Green light for Coyote plan

Green light for Coyote plan

San Jose
– Coyote Valley development plans cleared another hurdle Tuesday
night, gaining the unanimous blessing of the San Jose City Council
after nearly two hours of impassioned public criticism of almost
every aspect of the city’s ambitious dreams for its southern
edge.
San Jose – Coyote Valley development plans cleared another hurdle Tuesday night, gaining the unanimous blessing of the San Jose City Council after nearly two hours of impassioned public criticism of almost every aspect of the city’s ambitious dreams for its southern edge.

More than two years after city planners began work on the plan that Mayor Ron Gonzales called “solid, practical and visionary,” they are almost ready to study the feasibility of a smart-growth community that so far exists only in lushly-designed Powerpoint presentations.

The council’s decision allows the Coyote Valley Task Force to move ahead with more detailed financial planning and begin the environmental review process, and think more seriously about when they can break ground.

But before the vote came a parade of mostly frustrated citizens, and as it has throughout the planning process, the greenbelt, the so-called urban buffer zone between Coyote Valley and Morgan Hill, was the focus of most of the discussion.

Property owners, upset that development restrictions are holding down the value of their land, urged the city to alter its approach to the greenbelt, which makes up about half of Coyote Valley’s 7,000 acres.

They said the greenbelt isn’t so much green as it is a patchwork of disused and failing agricultural operations.

“It’s blight. Blight, blight, blight,” property owner Richard DeSmet said to applause. “It’s not a greenbelt.”

Cost estimates for initial infrastructure work in north and mid-Coyote, including laying water and sewer pipes, utilities and transportation, are in the $1.5 billion range. The city will not bear any of those costs, nor will it pay for the environmental review, which will be underwritten by the Coyote Housing Group, an association of home builders. At least two members of the Housing Group have representatives on the task force directing the planning process.

Greenbelt property owner Hong Quan criticized that arrangement with language invoking the Founding Fathers.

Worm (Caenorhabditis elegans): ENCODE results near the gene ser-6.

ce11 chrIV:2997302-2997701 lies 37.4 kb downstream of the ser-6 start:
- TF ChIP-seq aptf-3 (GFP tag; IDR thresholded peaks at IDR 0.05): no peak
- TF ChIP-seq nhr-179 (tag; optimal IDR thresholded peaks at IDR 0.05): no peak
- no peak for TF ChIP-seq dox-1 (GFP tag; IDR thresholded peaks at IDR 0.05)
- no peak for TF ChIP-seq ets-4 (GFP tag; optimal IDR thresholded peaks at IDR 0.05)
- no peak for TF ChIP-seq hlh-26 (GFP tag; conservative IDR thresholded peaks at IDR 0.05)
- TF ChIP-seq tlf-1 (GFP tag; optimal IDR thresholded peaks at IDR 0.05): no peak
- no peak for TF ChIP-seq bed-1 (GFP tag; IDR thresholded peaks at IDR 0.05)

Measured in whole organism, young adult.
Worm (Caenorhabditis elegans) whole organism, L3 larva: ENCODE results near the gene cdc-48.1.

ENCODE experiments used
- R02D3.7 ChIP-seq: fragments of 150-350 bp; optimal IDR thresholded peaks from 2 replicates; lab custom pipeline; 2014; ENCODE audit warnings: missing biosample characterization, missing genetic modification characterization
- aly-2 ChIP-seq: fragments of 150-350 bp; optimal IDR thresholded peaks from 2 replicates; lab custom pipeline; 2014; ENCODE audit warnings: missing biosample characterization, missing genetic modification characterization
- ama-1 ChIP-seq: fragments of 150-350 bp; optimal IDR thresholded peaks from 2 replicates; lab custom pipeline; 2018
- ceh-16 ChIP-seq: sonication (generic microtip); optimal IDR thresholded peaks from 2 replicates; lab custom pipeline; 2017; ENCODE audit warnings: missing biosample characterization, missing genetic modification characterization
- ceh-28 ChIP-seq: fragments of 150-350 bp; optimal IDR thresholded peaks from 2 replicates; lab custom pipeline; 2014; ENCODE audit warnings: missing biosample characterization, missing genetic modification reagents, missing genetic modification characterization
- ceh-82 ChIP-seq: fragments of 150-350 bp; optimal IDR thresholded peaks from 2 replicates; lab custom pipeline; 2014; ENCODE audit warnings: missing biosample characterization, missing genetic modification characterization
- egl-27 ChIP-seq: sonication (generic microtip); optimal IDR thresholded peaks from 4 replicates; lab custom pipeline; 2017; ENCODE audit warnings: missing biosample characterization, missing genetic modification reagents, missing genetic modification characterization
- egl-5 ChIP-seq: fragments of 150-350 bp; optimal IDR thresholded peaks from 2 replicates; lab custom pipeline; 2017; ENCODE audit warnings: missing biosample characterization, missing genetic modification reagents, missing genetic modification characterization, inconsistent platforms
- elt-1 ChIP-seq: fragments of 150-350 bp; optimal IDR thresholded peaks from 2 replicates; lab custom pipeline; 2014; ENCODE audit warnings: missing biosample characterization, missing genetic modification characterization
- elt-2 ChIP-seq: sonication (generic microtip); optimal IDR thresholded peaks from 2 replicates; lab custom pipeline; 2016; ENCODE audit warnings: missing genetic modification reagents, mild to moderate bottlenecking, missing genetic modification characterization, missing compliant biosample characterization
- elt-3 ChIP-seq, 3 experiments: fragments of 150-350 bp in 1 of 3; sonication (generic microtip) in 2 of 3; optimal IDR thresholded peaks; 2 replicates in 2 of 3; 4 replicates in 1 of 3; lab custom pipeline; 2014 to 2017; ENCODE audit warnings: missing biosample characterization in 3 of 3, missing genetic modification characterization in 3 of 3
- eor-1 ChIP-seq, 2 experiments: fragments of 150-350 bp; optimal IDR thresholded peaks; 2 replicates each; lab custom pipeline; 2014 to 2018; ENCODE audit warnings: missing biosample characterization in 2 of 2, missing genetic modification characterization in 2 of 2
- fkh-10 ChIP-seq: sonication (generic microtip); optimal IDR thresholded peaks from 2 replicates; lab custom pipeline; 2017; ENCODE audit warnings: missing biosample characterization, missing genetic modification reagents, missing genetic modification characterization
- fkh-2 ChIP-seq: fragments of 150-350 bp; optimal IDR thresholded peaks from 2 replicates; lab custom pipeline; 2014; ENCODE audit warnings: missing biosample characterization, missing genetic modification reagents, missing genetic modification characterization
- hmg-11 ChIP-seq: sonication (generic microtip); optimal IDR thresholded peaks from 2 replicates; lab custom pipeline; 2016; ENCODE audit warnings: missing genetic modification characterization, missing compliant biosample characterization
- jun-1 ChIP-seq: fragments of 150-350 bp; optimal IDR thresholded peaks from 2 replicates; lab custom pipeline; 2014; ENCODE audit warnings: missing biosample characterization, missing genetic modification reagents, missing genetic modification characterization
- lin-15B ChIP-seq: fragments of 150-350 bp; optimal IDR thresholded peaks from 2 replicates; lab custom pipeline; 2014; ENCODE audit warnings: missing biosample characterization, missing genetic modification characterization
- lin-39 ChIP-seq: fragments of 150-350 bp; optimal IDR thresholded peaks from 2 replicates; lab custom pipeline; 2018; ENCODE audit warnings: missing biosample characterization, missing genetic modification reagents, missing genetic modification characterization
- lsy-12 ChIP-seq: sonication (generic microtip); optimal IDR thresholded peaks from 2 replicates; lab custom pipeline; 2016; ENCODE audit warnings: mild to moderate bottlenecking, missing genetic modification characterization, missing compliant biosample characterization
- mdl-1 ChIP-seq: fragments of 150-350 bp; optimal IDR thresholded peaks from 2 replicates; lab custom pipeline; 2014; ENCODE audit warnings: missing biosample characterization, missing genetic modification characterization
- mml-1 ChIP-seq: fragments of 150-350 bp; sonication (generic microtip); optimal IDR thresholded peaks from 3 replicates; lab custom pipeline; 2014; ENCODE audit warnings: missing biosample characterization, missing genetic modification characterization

“They have been described as patient investors, ” he said, “What about the patient investors in the rest of Coyote Valley? These people have invested their lives and their futures. Annexation without representation is tyranny.”

Greenbelt owners are not alone in their frustration. City planners have been repeatedly criticized for drawing resources from development projects in other parts of San Jose, forcing Victory Outreach Church out of the greenbelt for land use violations, and ignoring the concerns of Morgan Hill. Officials from that city have threatened San Jose with litigation to hold up a plan they think will overwhelm Morgan Hill’s school district and harm South County’s rural environment.

The environmental impact report will get under way in a few weeks and should be finished by the end of the year. San Jose is also participating in more intensive state and federal environmental review processes that include Coyote Valley.

Some environmentalists have criticized the city for rushing the Coyote Valley EIR in order to evade potentially more stringent development restrictions that may come from the state and federal reviews.

And the Greenbelt Alliance believes that projects it calls “bells and whistles,” like a man-made lake that is supposed to beautify central Coyote and serve as a flood plain, will come at the expense of affordable housing and preserving open space.

A handful of people who stand to benefit from Coyote Valley development spoke up in support of the plan. Ken Saso, a task force member and a homeowner in mid-Coyote, praised the work of city planners and urged the council to approve the plan.

“You are all doing a great, great job,” Saso said.

Another long-time property owner from mid-Coyote, Frank Crane, said he and his neighbors “have paid our dues. We’ve got to move ahead.”

“I don’t want to see the greenbelt dispute hold up this plan,” Crane said.

Council members were significantly less vocal, though David Cortese, who represents parts of southern San Jose, suggested that city planners consider a a parallel ad hoc planning process with county officials and greenbelt owners.

“It seemed like 99 percent of the comments we heard tonight were about the greenbelt and 99 percent of those comments were about the process,” he said. “People feel like they’re in limbo.”

Laurel Prevetti, a deputy planner in charge of Coyote Valley, said that the task force will continue to work with greenbelt owners to satisfy their demands.

“We fully expect the plan to continue to change and be refined in response to our continued fiscal and environmental analysis. We want to remain flexible,’ she said.

The task force will return to council chambers in April with another progress report. Prevetti expects to ask for final authorization for development in March 2006. Infrastructure work may begin as soon as 2007.

The process continues

The next steps in the Coyote Valley Specific Plan Development Process:

• Spring 2005: The San Jose Planning Department will begin work on an environmental impact report. The project is expected to take about a year.

• February 2006: Tentative Recommendation for Specific Plan by San Jose Planning Department.

• March 2006: Tentative San Jose City Council Consideration of Specific Plan.

• 2007: Beginning of infrastructure projects, including sewage and water pipes.

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